Are Trends Saying "Invest Walkable?"


A couple of articles this week with data about trends in real estate had a lot to say about the multiple inputs that influence real estate prices and the health of a very important component of our economy.

Over at, an article titled The Shifting Trend in the residential Real Estate Industry isn't really breaking any earth shattering news. We've been watching some trends in home buying developing in the aftermath of the crash:

There is a change in attitude about home ownership.

It's logical that the massive damage done to many homeowners and the economy during the crash and foreclosure epidemic has put a damper on the "American Dream." People, particularly the young, are just not as enthusiastic about the investment side of home ownership. They've seen some friends and family members lose their homes to foreclosure, and others still in a home underwater on their mortgage. There are buyers returning to the market, just not in droves.

Age group desires are merging.

Baby Boomers and Millennials are coming together regarding the desire to live-work-play in an area where most of this can be done without getting into the car. They want to live in a community where they can socialize and work without driving, which is definitely not in most of the huge suburban communities that exploded over the past couple of decades. This is important because:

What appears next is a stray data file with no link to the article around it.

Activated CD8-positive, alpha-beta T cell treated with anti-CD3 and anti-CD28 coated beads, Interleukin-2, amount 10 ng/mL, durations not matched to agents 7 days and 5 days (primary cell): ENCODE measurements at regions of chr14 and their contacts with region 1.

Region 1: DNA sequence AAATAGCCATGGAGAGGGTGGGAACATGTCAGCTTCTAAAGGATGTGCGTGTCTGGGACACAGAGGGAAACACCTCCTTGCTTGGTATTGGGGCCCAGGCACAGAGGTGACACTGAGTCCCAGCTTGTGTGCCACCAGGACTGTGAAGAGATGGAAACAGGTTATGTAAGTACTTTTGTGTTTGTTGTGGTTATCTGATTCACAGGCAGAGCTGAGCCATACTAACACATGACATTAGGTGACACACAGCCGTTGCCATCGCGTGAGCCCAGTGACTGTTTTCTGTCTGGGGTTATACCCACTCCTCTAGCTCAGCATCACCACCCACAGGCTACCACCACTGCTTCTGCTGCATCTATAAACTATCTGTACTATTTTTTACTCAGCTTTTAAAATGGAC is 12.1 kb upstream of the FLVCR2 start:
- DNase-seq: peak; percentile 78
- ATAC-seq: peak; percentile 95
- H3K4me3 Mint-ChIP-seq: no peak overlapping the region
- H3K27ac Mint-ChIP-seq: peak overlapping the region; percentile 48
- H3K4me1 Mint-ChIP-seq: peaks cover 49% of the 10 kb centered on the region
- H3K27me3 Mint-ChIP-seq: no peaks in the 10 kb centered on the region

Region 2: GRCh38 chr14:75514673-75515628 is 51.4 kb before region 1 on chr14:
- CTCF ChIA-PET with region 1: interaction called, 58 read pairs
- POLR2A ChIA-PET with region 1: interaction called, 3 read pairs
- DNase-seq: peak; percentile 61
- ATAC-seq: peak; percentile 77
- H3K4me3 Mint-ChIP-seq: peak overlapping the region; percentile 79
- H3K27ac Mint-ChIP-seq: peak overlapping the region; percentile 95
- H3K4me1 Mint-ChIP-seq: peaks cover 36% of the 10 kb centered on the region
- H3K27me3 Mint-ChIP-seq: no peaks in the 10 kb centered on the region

• The boomers are generally able to afford what they want, and they are usually downsizing and they want to enjoy their retirement where they can recreate and socialize without travel.
• Millennials aren't excited about commutes to work. Particularly for those who are graduating from college with a goal to work in medical and technology fields, some of the best jobs are in urban areas.

These two groups having a common goal in home buying is something to consider.

Prices are up, but not for the best reasons.

Another article from the AP predicts a slowing of the momentum in home sales growth. A lack of inventory and rising prices is a major concern. The median home sale price is reported to have risen to its highest level in history last month to $236,400. It's a bit scary, particularly for the younger first home buyer to consider buying a home at a peak in prices, especially after they've seen how fast and hard values can crash.

The low inventory available for sale is in large part due to sellers who are unwilling or unable to sell right now due to equity issues. Some are underwater and don't want to pay someone to buy their home. Others are holding on to see how much more in equity they can recoup. Some are wanting to move up, but they haven't been able to find what they want at an affordable price.

Still another low inventory contributor is builder concentration on new apartment construction. Home ownership is below 64%, its lowest level since 1989. Renting is the norm, with demand and rents rising. Investment money is moving into apartments and the builders are responding to the demand.
The perfect investment...?

If an investor can get involved in an urban project with high "walkability" ratings, affordable homes or condominiums, and do it while interest rates are still low ... well, you know.